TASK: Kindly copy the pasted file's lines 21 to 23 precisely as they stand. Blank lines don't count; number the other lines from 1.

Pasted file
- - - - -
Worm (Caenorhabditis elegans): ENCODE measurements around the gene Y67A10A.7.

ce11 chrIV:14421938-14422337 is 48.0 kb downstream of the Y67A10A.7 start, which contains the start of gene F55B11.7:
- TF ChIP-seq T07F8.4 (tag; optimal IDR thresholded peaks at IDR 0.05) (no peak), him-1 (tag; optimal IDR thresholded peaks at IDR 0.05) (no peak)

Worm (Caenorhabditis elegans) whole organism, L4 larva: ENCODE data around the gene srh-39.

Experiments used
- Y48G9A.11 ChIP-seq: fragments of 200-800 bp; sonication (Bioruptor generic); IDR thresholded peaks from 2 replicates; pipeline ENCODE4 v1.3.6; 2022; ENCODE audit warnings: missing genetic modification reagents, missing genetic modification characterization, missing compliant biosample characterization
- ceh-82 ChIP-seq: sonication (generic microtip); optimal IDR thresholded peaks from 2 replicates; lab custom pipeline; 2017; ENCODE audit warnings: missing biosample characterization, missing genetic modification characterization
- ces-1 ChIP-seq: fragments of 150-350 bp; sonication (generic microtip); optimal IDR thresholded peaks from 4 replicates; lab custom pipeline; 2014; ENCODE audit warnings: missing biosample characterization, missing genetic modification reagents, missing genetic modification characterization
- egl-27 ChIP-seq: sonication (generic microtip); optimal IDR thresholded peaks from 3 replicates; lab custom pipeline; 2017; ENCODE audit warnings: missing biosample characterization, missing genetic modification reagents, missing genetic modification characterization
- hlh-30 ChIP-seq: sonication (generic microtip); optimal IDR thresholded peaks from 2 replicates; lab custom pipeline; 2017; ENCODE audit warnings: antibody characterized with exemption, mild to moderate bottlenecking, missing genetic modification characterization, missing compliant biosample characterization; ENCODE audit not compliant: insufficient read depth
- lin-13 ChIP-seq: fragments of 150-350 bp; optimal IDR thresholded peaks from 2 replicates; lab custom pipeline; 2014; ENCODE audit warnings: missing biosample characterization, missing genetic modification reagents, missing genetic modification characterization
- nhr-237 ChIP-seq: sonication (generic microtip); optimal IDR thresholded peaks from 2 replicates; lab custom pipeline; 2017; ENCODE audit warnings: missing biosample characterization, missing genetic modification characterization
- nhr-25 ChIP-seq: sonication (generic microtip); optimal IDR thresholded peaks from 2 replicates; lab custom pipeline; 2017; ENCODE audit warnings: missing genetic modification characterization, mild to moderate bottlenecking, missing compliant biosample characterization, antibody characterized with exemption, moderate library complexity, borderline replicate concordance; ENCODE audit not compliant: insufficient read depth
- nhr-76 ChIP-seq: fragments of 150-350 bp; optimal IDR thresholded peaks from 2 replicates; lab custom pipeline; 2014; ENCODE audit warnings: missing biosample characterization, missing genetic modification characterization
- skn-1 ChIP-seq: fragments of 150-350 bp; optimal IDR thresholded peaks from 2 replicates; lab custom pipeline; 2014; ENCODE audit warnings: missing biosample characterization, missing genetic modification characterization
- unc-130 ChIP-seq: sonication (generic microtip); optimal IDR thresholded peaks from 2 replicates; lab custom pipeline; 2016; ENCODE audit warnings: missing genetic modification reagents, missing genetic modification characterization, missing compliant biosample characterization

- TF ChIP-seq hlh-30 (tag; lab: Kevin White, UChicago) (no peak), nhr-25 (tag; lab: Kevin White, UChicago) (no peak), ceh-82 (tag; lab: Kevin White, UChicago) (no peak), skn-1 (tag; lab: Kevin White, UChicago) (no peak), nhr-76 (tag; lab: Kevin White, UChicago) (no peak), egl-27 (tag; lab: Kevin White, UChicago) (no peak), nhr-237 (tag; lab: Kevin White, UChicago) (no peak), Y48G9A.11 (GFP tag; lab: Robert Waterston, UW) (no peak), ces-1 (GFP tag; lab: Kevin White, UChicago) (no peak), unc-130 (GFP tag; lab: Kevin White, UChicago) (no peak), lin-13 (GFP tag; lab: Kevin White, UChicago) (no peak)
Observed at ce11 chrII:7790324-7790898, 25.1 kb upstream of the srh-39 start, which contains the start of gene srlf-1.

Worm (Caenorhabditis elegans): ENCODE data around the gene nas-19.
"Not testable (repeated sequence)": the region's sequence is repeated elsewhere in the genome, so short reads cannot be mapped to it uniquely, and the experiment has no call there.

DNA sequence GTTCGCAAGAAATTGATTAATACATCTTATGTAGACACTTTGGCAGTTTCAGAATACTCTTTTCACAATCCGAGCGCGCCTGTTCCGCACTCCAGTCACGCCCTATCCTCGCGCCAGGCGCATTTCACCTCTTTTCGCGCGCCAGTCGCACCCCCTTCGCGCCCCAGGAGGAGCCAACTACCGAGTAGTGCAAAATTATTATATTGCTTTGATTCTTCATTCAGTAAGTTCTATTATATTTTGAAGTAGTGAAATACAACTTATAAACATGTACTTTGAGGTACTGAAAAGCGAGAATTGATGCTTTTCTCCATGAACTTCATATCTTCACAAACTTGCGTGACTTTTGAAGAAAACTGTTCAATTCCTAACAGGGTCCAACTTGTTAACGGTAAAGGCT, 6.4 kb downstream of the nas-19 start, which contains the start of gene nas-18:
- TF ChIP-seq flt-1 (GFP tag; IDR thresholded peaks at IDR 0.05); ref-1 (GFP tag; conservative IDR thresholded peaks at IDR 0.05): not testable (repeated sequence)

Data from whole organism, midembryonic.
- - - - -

DNA sequence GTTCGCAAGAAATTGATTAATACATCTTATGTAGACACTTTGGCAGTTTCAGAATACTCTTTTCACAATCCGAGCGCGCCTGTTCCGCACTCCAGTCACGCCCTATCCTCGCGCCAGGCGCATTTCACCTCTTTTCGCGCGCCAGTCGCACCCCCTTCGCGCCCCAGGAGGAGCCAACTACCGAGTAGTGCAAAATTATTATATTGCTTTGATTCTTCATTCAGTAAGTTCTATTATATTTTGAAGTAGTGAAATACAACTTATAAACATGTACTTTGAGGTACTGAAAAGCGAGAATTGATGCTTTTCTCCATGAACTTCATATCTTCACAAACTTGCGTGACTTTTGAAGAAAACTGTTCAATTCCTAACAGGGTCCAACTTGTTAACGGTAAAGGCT, 6.4 kb downstream of the nas-19 start, which contains the start of gene nas-18:
- TF ChIP-seq flt-1 (GFP tag; IDR thresholded peaks at IDR 0.05); ref-1 (GFP tag; conservative IDR thresholded peaks at IDR 0.05): not testable (repeated sequence)

Data from whole organism, midembryonic.